J.K. Rowling apparently wrote the complete story arc for the Harry Potter series on a long train ride, and then wrote most of Sorcerer’s Stone in cafes while her new baby was napping. Napping??? People, I was barely groomed the first year of my child’s life, let alone able to churn out a groundbreaking, genre-busting bestseller. It’s true that Rowling was on welfare at the time, her manuscript was rejected repeatedly before going on to revolutionize the industry, and from what I’ve read, all that success couldn’t have happened to a nicer person. But still. Jo, couldn’t you have worked up some writing block story to make the rest of us feel a little better?

By way of contrast, I give you Michael Chabon's story of writing The Yiddish Policemen’s Union.

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Thursday, June 13, 2013

POV Problem


Is 1st person point of view a good choice for a picture book? It was for Alexander and the Horrible, Terrible, No Good, Very Bad Day. Yes, it's written in 1st person POV, but he is named. Who can forget Alexander?
Can you think of a picture book in 1st person where the narrator isn't named? As of this minute, I can't.

This week something dawned on me. It took a while!

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Sunday, June 9, 2013

Advice Requested: Google+

So I read this article and after reading it I decided to give Google+ a try. So I'm on Google+now and it's nice to have a profile that comes up when you search on me on Google. Though I have yet to figure out how to set up my Google Authorship (which sounds like it could be a really nice opportunity).

It took me a while but I discovered the communities and they're pretty cool. I joined several that meet my interests and it has been fun to check them out. Though I haven't been brave enough to post anything yet.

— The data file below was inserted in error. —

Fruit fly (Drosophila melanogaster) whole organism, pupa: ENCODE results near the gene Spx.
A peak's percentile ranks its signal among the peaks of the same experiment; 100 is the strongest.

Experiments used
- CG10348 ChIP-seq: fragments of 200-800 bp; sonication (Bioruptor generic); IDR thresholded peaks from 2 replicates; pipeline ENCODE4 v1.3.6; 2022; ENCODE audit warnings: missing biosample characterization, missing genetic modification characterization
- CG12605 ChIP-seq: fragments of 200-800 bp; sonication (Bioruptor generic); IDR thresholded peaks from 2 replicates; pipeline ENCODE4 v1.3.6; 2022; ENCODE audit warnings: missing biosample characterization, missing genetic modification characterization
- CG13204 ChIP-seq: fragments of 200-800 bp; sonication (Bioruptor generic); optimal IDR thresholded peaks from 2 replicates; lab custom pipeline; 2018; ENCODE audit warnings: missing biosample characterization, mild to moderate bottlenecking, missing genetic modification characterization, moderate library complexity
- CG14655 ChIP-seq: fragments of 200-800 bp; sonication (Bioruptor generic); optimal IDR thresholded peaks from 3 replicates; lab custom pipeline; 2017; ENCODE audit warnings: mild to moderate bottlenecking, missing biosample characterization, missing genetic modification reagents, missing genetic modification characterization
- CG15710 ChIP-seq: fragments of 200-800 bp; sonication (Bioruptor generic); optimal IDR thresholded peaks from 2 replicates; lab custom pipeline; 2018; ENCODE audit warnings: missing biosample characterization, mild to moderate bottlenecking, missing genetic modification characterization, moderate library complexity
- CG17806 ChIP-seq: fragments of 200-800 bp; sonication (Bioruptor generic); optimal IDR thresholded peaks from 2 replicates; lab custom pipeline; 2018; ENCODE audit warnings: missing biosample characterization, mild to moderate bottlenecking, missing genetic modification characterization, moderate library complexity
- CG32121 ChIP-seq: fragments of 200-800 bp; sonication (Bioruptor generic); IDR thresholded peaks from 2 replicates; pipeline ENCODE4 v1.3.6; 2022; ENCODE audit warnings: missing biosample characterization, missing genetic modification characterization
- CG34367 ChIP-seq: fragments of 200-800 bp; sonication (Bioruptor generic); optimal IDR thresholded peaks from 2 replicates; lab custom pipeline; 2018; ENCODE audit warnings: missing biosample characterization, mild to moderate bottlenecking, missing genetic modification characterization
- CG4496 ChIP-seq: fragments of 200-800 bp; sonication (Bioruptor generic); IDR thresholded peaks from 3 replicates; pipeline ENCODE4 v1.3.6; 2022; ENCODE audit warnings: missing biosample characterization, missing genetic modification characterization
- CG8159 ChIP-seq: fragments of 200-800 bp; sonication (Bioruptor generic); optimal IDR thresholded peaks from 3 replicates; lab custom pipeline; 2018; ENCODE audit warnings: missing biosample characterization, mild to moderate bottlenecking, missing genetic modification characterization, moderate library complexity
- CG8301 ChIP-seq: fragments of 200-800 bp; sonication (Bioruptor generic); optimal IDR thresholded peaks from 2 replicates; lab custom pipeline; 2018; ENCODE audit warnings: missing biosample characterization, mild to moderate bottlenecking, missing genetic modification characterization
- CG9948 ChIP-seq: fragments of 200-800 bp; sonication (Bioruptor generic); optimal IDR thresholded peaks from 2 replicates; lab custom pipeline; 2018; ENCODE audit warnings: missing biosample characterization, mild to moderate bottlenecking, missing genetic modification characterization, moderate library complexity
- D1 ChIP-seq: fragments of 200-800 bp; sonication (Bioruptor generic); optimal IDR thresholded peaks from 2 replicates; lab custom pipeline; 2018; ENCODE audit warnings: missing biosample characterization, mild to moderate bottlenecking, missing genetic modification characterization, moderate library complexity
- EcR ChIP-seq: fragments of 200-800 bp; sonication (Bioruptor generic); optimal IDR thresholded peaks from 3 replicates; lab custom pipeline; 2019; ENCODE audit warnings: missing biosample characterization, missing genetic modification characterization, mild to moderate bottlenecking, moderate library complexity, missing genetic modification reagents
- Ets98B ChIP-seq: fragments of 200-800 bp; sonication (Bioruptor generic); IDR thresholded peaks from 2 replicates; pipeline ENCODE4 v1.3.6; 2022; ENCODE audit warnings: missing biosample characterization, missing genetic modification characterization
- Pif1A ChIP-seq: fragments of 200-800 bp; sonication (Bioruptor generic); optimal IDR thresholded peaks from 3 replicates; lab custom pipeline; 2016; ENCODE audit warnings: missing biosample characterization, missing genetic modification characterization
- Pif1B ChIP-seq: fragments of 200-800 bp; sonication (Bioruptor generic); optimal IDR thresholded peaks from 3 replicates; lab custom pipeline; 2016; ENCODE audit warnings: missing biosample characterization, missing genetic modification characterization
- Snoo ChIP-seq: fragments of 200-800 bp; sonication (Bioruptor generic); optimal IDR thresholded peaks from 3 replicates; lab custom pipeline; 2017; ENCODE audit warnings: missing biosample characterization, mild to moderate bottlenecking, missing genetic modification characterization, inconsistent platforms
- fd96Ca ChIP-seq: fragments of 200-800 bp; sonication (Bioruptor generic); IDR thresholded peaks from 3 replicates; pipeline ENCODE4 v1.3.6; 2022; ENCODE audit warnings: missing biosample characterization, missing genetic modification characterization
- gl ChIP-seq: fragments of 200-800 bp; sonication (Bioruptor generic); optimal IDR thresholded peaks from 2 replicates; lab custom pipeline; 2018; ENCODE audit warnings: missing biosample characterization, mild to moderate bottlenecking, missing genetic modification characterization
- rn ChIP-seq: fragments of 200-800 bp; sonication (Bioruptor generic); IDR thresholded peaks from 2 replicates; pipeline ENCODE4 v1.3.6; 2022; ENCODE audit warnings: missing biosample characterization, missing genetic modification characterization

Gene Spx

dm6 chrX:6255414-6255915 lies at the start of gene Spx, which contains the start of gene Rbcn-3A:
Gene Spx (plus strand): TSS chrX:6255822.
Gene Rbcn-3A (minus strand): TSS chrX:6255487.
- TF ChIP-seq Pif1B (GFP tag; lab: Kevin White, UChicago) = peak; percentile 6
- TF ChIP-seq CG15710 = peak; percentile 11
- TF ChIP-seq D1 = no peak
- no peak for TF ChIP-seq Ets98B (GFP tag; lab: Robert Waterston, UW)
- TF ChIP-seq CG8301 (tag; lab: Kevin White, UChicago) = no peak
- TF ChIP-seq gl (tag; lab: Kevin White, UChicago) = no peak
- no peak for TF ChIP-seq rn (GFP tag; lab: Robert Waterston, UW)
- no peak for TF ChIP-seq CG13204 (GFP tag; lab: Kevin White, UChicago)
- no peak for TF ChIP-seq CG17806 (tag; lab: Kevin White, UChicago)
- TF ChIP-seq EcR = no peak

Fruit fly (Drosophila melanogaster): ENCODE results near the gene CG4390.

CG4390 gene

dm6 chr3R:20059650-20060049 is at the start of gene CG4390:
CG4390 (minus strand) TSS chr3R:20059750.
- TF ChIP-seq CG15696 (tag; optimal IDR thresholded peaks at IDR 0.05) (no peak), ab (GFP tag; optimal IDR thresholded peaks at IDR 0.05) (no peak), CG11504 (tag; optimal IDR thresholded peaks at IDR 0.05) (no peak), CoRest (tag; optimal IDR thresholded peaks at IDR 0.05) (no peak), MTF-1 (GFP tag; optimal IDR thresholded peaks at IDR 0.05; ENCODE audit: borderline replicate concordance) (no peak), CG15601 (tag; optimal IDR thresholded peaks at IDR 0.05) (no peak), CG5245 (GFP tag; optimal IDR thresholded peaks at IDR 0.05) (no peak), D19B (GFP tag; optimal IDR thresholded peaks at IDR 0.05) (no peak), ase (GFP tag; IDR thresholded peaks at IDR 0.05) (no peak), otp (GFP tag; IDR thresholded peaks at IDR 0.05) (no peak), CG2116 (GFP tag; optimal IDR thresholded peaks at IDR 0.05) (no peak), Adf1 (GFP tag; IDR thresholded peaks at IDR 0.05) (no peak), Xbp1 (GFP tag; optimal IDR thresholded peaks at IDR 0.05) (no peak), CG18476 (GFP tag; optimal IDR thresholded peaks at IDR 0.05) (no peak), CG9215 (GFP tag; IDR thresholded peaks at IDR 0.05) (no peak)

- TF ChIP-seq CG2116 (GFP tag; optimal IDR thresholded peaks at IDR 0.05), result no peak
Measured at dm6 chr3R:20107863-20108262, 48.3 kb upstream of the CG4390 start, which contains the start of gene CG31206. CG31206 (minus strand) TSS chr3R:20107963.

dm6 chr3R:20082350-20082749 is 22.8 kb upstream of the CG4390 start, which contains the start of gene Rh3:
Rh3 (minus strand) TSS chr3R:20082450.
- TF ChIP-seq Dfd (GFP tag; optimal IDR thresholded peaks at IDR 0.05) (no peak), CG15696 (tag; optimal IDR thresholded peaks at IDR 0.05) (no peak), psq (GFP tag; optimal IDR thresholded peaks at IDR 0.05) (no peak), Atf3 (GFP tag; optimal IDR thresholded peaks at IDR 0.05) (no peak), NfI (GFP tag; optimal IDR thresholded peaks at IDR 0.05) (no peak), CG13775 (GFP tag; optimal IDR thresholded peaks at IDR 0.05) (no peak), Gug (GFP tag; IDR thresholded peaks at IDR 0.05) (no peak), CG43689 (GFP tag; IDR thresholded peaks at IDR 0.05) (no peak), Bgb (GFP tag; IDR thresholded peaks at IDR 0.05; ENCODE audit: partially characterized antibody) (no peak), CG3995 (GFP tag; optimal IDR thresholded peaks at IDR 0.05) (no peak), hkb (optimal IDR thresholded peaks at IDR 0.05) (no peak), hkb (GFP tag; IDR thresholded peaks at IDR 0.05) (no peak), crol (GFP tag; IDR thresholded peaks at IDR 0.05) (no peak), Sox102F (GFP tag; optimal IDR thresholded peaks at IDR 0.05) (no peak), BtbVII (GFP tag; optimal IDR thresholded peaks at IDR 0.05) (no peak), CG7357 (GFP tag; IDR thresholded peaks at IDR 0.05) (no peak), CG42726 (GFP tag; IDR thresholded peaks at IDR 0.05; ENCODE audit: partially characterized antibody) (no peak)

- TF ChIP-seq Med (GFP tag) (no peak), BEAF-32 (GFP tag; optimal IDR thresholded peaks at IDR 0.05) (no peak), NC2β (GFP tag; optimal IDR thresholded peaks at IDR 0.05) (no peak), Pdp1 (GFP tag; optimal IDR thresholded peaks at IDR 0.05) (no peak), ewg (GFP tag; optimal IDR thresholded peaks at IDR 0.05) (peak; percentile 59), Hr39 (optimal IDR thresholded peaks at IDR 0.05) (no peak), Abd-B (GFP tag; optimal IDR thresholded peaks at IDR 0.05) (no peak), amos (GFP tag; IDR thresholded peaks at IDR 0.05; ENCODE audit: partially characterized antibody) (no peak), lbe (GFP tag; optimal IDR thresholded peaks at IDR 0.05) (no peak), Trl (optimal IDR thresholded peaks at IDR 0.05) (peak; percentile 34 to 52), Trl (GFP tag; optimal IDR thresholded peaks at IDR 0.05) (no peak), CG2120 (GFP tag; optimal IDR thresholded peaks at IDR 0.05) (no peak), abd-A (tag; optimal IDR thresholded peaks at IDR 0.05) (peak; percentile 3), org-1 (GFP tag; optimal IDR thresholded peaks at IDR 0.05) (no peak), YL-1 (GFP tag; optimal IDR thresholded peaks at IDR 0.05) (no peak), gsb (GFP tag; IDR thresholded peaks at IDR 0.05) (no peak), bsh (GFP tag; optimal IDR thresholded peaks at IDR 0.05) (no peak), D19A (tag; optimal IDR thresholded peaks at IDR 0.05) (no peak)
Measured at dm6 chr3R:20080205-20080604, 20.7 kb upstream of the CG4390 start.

And Hangouts on Air sounds pretty cool too.  But I still don't think I quite understand it yet. (Yes-- I'm excited but overwhelmed. :o) )

So what do you think of Google+?  Have you tried it out? Are you thinking about trying it out? Or do you refuse to even consider adding one more social network to your busy life? (That's how I felt before I read this article!)

If you have tried it out please share any insights and advice? Is it worth the time? How can I use it best?

Thanks in advance for any insight you can provide!

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Tuesday, June 4, 2013

Can I?

This is definitely a "post and run" post. This week I don't have a minute to spare.

Just reporting that I am constructing a new novel. I have made the decision not to begin the first chapter until I have the whole plot worked out. So my document presently is a collection of dialogue and character notes and possible cliff hangers.

I'm not sure I can do this. One of my characters is an Afro American  girl. Can I get close enough to her to write about her? They say you should write what you know.  Am I qualified?

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Monday, June 3, 2013

Commitment and the GASP

Commitment to writing is a sticky issue for me. The old mantra “find a fixed time every day or several days a week to write” has not worked for me, but I believe that it is necessary to success and it’s something I am aiming for now that I'm back to working on my novel. Key to the idea of 'commitment' is participating in this writing group, to which I am new (this is my first blog post!). I live farther away than the other active members—about a 50-minute drive north each way—so that commitment is particularly challenging and yet sweeter because I do it.

Still, when I realized that one of the June meetings coincided with my annual pilgrimage to the Scholastic warehouse sale, I said, I’m sorry, I can’t make it that night.